Why does World War III start with nuclear attacks in Texas? Was there hidden symbolism there? Nope. "It's based on a theory [that was] floating around the Internet, of al-Qaeda smuggling nukes over the border," he said.

Why does reality collapse because of a handshake? Is that a metaphor for duality or friendship or something? Nah. "It's just sort of like the great conundrum when you think of time travel," he said. "There have been movies that explored the idea of two versions of the same person confronting each other from different timelines being inconceivable, and it was something that just sorta made sense as a sci-fi trope that could trigger the end."

As we walked from Venice Beach to the Santa Monica Pier after our meal, dripping with sweat under a cloudless sky, I grew frustrated. The artist was being too literal for my tastes.


We visited various filming locations -- the Neo-Marxist compound, Cyndi Pinziki's apartment, a dumpster that Taverner jumps into -- and he kept saying the story was cut-and-dried. No ambiguity whatsoever. Everything was either a joke about the Bush Administration, a reference to the Bible, a shout-out to a historical fact, or just the simple result of a character's motivation.

"It's definitely one of those repeat-viewing films," he said, matter-of-factly. "Some audience members get very angry if they can't process and understand the story in one viewing, and they see that as a design flaw in the film itself. Other people are more open to obscurity and complexity and the idea of needing to revisit something."

But we're not just talking about complexity, I thought. We're talking about straight-up inscrutability. He didn't want to acknowledge that a viewer could never understand everything in the movie, given the cuts he'd made. Was there anything he was willing to say was mysterious and one hundred percent open to interpretation? Couldn't he just try to be a little more… prophet-like?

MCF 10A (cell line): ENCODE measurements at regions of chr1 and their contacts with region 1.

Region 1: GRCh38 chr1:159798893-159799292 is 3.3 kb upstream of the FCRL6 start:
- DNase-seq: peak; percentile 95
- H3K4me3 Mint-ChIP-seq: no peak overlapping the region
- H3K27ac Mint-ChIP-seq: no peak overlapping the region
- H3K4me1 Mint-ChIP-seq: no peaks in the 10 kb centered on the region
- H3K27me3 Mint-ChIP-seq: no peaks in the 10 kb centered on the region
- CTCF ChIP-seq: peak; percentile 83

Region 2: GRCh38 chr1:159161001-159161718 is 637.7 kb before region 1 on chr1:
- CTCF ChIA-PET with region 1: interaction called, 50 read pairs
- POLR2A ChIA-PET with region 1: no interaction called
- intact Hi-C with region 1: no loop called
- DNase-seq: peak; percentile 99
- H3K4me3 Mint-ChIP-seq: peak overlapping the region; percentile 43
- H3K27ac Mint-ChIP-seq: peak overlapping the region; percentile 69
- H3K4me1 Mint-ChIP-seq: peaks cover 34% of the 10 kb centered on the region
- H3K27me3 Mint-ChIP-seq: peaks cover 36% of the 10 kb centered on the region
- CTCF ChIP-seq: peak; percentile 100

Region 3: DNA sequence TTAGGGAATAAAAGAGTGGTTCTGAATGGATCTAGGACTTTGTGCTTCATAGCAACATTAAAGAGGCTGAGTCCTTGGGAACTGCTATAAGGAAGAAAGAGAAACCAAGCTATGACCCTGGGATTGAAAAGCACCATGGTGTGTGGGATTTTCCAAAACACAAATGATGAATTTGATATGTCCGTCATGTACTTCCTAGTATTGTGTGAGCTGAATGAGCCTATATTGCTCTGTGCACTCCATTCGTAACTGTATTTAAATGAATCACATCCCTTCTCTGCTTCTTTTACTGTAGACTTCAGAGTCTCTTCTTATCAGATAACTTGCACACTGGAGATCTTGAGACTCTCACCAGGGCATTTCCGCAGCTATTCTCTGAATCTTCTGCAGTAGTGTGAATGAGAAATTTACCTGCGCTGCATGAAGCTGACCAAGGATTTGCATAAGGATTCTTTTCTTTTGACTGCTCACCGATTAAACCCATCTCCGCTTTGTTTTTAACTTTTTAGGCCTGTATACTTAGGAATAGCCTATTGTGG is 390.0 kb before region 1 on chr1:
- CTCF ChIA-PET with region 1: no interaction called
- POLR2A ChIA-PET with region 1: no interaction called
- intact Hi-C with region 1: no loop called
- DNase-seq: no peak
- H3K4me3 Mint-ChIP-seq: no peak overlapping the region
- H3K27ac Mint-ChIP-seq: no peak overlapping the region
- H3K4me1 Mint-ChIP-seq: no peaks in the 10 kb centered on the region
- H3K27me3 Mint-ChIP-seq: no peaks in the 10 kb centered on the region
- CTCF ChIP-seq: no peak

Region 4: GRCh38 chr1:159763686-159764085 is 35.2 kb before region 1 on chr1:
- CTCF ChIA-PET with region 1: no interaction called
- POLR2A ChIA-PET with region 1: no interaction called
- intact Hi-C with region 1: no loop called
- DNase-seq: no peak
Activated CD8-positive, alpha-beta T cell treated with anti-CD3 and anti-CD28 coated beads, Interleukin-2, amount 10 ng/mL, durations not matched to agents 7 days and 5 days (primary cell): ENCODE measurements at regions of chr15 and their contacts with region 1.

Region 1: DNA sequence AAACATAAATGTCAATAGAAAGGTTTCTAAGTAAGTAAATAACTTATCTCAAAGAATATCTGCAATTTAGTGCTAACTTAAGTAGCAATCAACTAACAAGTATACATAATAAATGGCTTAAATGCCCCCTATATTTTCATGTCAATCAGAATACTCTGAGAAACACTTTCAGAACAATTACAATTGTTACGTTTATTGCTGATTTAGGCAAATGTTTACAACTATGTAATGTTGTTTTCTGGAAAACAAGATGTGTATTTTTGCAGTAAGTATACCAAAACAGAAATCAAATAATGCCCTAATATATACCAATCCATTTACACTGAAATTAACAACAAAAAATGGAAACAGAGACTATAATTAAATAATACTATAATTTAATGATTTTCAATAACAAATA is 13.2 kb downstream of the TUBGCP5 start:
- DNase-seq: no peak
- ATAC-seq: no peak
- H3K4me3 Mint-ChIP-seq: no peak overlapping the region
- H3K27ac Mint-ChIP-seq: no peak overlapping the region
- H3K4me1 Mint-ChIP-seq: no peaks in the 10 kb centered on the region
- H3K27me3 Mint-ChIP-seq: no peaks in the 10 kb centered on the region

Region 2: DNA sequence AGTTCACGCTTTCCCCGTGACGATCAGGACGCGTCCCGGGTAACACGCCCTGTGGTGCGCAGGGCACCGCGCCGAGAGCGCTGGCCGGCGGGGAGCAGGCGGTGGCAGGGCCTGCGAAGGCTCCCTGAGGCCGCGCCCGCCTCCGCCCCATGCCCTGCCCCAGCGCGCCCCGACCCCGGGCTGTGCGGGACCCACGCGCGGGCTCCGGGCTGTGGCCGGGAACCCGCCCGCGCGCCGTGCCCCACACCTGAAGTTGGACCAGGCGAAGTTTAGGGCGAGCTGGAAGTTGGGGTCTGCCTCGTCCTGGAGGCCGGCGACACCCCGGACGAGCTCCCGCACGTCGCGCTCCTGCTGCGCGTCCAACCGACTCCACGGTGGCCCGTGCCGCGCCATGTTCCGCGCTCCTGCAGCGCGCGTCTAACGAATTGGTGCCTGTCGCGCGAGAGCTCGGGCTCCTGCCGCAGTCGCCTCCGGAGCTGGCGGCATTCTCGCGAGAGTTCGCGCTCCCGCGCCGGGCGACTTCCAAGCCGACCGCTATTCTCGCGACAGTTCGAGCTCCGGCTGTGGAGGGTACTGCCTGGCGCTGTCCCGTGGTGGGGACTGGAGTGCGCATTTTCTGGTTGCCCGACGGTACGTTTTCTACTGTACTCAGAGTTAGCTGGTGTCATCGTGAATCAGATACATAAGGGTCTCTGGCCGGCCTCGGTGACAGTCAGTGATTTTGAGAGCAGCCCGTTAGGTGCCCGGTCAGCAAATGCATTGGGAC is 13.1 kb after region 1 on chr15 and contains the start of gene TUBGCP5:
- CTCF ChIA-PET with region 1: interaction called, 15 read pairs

After visiting the pier arcade where Timberlake's song-and-dance scene happened (a visit which, I'll confess, gave me chills), we took a cab back to Venice, shook hands, and said our goodbyes. He couldn't have been a nicer guy, I thought. And he'd been incredibly generous with his time.

But I felt empty.


In the ensuing weeks, Kelly and I have developed a robust email correspondence, and he's always ready to answer any additional questions about the film. But I've also become afraid of asking more questions, because I know he'll have answers.

To wit: I wondered what was up with the whole, "I'm a pimp, and pimps don't commit suicide" thing. His swift written response:

The line first originated from Boxer's denial of his doppelganger's suicide out in the desert. He knows that it is fundamentally against his nature, and then he figures out the truth. Serpentine blew up the SUV after it went through the time rift. […] The line also became a metaphor for America. We were the pimp nation committing moral and financial suicide by invading Iraq.

It was that simple, I guess.

Part of me feels like I've been robbed of something very precious. I've come to realize Southland Tales was so meaningful to me because I thought of it as something otherworldly. An uncanny collection of images and words, powerfully circulating without a single purpose. A movie that deliberately eschews narrative, that is primarily designed to lead the viewer into introspection or spectacle in a way that Hollywood movies are never designed to do.

But according to the man who created it, that is not what he meant at all. That is not it at all.


This story has a happy ending. And it's thanks to the recent revelations about the NSA's surveillance programs.


The day PRISM was revealed in the press, Richard Kelly's name popped up in my Gmail.

"Can you guys believe this NSA PRISM power point presentation thing?" Kelly wrote to me and a few of his collaborators, who were providing me with concept art. "USIDENT would have been the better way to go…"

My heart swelled.

"The whole film was my long-simmering response to 9/11 and response to the anxiety of terror and the terrorist threat and trying to make a big piece of satire that would be comfort food in light of the terrorist threat. That's what the film is intended to be for people."